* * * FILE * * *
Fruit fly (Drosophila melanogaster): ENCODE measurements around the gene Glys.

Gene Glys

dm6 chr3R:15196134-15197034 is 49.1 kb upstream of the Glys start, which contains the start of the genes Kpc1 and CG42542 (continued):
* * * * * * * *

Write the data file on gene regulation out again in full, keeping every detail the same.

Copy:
Fruit fly (Drosophila melanogaster): ENCODE measurements around the gene Glys.

Gene Glys

dm6 chr3R:15196134-15197034 is 49.1 kb upstream of the Glys start, which contains the start of the genes Kpc1 and CG42542 (continued):